Claudette Josephby Claudette Joseph

On October 27th 2016 Grenadians will be asked to vote on the captioned Bill affecting our fundamental rights and freedoms guaranteed by the Constitution. The intent of this Bill is to refine the provisions of the Constitution that protect our fundamental rights and freedoms. That is, Chapter 1 of the 1973 Grenada Constitution Order.

The Bill also proposes to include a new Chapter 1A titled, “Directive Principles of State Policy” and a new Chapter 1B titled, “Gender Equality.”

The fundamental rights and freedoms in our Constitution are provided for at sections 1 to 15 and are drawn directly from the United Nations Declaration of Human Rights, resolution 217A proclaimed on December 10th 1948. Fundamental rights and freedoms are those common, basic, inalienable rights that it is recognised must be enjoyed by all as the basis for freedom, justice and human dignity.

Observance of these fundamental rights and freedoms protects citizens from having to resort to rebellion against tyranny and oppression. When these fundamental rights are not observed, chaos and barbarism ensue.

The 1985 Grenada Constitution Review Commission expressed the view that the provisions are quite adequate and should not be interfered with. The 2006 Constitution Review Commission recommended an expansion of the fundamental rights and freedoms but did not specify which rights should be expanded.

It was within CRAC’s mandate to recommend expansion of the fundamental rights and freedoms to Cabinet.

What the Bill proposes:

The proposed Bill is expressed to be an Act to alter the Constitution to make better provisions for the rights and freedoms of the individual.

The Bill firstly proposes to insert a new Part titled: “Foundational” which will be the first 2 sections of the Constitution. Section 1 expresses what is already understood as our system of Government, that is, a democracy where the basis of Government is the will of the people. It also proposes to move section 106, the Supreme Law clause up to section 2.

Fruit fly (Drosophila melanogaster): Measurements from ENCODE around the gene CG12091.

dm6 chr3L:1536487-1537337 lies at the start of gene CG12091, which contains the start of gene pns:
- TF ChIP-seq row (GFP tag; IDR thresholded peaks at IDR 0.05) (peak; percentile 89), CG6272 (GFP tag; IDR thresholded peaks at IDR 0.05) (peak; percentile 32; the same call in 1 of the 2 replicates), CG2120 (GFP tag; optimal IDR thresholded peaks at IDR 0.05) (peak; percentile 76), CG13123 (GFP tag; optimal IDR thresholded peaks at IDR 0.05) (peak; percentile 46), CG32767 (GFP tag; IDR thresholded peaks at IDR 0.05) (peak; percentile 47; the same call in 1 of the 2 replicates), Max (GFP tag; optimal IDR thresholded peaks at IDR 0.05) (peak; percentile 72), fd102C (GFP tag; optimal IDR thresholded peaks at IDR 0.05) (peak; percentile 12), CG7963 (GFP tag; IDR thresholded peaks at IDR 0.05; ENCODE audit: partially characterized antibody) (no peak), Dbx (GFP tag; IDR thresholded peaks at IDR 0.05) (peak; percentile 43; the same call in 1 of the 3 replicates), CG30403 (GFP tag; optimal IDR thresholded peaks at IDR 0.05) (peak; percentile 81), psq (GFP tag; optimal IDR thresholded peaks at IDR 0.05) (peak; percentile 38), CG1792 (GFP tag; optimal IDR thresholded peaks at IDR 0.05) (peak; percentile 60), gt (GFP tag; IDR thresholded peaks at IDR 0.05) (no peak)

The Bill proposes to include and spell out in section 1 of Chapter 1, that every person in Grenada shall enjoy the fundamental rights regardless of “disability”, “language” “ethnicity”, “place of birth”, “national or social origin”, “religion” and “social class”.

These rights are proposed to be added to the existing rights of: race, political opinions and sex. The words “creed” and “place of origin” are proposed to be removed. If successful on the referendum, this will expand and refine the existing rights and freedoms with the inclusion of: “disability”, “language”, “ethnicity” and “social class”.

It will also refine the section with the substitution of “religion” for creed, and “place of birth”, “national or social origin” for place of origin. It is to be noted that this section itself is not enforceable but most of the rights mentioned in it are enforceable under section 13.

Section 3 of the Constitution deals with the right to personal liberty, the Bill proposes to expand that section. Section 3(2)(a) is proposed to be amended to provide that a person who is arrested shall be informed: “without delay at the time of his arrest or detention, in a language that he understands….” of the reason for his arrest or detention; as opposed to: “as soon as reasonably practicable, in a language that he understands…” as is now the case.